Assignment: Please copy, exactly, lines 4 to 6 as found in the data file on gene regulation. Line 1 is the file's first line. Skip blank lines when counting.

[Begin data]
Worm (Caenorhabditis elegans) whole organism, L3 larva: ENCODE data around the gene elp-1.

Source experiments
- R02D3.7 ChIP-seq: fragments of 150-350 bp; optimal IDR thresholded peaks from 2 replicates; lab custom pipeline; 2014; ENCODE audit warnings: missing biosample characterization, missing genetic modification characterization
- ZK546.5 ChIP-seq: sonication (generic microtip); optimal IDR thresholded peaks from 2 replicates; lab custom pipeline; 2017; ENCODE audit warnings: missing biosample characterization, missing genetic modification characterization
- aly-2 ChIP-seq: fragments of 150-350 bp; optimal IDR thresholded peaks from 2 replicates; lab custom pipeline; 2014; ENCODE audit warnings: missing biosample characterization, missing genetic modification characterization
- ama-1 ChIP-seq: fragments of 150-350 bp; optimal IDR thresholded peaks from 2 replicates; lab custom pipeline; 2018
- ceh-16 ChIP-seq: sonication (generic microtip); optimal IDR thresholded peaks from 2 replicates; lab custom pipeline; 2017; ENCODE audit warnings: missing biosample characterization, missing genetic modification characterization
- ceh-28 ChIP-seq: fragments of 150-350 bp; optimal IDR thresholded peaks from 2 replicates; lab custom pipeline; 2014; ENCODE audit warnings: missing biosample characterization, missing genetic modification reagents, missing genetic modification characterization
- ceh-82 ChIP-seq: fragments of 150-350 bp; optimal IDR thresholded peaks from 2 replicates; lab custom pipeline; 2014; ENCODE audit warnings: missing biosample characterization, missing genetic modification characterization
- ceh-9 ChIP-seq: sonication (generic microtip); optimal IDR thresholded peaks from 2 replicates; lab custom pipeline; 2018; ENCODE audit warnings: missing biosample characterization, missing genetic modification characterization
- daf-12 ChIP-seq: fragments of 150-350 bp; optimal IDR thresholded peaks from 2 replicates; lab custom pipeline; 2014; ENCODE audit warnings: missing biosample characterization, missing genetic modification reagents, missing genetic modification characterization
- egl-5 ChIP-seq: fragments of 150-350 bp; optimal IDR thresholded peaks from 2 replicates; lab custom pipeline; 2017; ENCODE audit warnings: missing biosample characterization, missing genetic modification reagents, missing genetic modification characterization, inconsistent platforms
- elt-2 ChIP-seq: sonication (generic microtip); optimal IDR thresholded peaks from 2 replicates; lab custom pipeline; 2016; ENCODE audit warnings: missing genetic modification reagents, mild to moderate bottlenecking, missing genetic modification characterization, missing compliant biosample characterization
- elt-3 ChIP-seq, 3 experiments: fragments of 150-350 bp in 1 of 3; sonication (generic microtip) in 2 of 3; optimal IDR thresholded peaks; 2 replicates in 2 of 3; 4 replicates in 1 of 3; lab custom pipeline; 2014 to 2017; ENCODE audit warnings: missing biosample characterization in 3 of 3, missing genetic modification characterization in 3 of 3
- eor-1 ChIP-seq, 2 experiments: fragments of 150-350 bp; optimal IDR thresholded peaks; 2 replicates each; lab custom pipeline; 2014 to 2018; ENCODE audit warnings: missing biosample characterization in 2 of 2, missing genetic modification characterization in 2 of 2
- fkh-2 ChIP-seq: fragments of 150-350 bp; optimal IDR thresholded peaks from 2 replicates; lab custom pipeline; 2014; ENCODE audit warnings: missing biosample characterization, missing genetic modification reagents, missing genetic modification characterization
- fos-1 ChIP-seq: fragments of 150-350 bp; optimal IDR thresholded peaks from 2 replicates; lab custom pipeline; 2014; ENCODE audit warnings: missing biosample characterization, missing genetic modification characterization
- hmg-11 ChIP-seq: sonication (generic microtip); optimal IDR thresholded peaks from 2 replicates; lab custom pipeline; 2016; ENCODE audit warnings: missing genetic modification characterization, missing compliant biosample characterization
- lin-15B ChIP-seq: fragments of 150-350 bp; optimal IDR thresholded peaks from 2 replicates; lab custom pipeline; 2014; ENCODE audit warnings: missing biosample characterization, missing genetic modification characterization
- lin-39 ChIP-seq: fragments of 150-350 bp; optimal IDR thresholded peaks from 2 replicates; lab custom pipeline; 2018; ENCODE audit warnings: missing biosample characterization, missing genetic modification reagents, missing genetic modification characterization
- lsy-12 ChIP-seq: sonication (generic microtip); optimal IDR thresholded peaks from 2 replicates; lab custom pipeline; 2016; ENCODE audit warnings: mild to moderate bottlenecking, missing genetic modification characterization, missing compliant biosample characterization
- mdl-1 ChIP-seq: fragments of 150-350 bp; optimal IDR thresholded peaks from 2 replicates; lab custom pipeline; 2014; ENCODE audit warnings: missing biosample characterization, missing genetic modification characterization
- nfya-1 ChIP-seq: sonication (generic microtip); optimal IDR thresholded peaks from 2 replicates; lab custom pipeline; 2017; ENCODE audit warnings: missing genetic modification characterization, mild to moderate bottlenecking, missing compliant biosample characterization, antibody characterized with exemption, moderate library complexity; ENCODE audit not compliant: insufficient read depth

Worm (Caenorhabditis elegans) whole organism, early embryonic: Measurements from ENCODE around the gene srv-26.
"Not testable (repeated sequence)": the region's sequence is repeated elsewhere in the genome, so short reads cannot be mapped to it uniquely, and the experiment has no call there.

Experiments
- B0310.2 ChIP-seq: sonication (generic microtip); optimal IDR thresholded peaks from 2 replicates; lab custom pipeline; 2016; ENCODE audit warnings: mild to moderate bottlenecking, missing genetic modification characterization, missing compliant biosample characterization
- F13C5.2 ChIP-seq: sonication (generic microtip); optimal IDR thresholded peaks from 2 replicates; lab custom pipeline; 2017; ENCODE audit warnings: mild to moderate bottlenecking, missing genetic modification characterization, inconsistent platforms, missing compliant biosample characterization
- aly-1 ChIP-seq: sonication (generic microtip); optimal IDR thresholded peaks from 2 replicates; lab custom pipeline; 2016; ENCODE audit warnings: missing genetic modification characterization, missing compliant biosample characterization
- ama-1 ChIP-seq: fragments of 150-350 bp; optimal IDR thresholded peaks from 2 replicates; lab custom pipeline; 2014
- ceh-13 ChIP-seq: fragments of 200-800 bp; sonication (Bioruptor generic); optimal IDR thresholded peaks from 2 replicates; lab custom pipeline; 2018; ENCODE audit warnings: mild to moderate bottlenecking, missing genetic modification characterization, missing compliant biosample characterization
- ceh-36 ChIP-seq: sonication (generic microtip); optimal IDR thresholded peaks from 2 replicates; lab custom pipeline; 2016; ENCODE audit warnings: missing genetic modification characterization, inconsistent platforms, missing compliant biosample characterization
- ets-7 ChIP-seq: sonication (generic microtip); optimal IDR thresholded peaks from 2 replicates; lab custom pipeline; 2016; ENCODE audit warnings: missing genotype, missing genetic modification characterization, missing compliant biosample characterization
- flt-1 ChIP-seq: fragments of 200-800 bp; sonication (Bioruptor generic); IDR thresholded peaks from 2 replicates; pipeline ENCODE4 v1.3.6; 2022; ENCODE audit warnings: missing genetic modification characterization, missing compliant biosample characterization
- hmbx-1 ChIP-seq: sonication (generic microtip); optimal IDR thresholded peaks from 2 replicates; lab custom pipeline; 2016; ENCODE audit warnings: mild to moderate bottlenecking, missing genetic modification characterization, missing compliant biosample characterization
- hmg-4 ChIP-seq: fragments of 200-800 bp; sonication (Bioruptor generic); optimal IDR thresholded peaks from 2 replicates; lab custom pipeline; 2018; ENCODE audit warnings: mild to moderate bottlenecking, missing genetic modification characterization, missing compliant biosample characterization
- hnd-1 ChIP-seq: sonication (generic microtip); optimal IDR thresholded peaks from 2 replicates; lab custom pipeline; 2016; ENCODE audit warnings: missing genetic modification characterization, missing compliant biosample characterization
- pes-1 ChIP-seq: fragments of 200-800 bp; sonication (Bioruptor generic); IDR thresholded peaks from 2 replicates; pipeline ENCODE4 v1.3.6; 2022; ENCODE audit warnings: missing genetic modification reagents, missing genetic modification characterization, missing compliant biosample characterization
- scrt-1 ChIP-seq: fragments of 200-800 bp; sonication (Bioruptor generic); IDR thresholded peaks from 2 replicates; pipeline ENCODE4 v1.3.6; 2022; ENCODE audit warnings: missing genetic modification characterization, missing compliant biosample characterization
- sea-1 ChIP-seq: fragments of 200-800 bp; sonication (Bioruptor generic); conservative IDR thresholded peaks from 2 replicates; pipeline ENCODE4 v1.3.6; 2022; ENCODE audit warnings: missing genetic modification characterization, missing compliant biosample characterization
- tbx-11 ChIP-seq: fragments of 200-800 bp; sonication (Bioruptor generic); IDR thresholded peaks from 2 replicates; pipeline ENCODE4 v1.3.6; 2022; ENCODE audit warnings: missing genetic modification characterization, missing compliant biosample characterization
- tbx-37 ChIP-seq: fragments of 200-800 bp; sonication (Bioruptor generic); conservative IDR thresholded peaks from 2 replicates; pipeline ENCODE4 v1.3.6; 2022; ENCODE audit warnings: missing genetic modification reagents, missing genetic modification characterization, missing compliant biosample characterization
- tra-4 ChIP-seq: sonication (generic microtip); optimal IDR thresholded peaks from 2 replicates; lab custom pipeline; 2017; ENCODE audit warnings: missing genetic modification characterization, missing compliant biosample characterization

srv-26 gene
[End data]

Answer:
- ZK546.5 ChIP-seq: sonication (generic microtip); optimal IDR thresholded peaks from 2 replicates; lab custom pipeline; 2017; ENCODE audit warnings: missing biosample characterization, missing genetic modification characterization
- aly-2 ChIP-seq: fragments of 150-350 bp; optimal IDR thresholded peaks from 2 replicates; lab custom pipeline; 2014; ENCODE audit warnings: missing biosample characterization, missing genetic modification characterization
- ama-1 ChIP-seq: fragments of 150-350 bp; optimal IDR thresholded peaks from 2 replicates; lab custom pipeline; 2018